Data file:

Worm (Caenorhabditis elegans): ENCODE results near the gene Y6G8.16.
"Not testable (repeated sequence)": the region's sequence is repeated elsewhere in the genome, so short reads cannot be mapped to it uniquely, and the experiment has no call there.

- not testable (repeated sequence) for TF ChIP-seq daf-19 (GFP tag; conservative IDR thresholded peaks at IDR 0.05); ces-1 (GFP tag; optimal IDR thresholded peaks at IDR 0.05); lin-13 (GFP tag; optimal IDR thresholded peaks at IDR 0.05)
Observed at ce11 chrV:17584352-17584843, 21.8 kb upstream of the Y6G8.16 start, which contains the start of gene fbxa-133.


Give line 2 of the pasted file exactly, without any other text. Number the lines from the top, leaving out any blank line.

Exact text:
"Not testable (repeated sequence)": the region's sequence is repeated elsewhere in the genome, so short reads cannot be mapped to it uniquely, and the experiment has no call there.